Streets presentation online

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Last week, Tulsa City Council researcher Jack Blair gave a presentation on Tulsa's streets and how we could fund their ongoing maintenance. The presentation puts the cost of street maintenance in the context of Tulsa's decline from one of America's most densely populated cities to one of the least densely populated, the fiscal constraints on the city, and the city's historical spending patterns on streets. One of the most interesting sections had to with the $615 million from third-penny and general obligation bond issue funds used to pay for utility projects. The utility projects (water, sewers, stormwater, solid waste) might have been funded with revenue from those utilities instead, freeing up that $615 million for street improvement.

The Tulsa World has Blair's 122-page PowerPoint presentation on Tulsa Streets on its website. It's in PDF format and about 22 MB. If for nothing else, it's worth a download to see the historic and present day photos of what were country crossroads and are now high-traffic intersections.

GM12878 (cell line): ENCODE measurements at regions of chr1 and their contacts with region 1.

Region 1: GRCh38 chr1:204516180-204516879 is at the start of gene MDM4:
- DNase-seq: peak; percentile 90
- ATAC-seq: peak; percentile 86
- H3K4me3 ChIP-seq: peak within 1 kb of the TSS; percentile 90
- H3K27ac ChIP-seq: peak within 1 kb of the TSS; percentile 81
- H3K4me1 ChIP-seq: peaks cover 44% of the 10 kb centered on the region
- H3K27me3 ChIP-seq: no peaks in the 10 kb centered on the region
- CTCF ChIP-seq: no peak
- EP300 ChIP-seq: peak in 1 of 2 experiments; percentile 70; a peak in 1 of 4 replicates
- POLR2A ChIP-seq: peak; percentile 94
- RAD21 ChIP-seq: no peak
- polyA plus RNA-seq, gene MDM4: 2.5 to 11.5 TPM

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sbtulsa Author Profile Page said:

This further reinforces something I have noticed in the Taylor adminstration. The tax base is becoming more and more disorganized. the coutny uses sales tax and the city may be poised to use property tax for its purposes.

Now we see from this presentation that the disorganization reaches further back in to time than Kathy Taylor. The hijacking of the third penny for purposes other than its original intent goes back decades.

Preserving the third penny for streets would have meant raising water rates some for the improvements paid for by the "penny", but on the other hand surplus funds in the water department might have been utilizd for this purpose rather than just ongoing operations. were there surpluses in the water department fund?

S. Lee Author Profile Page said: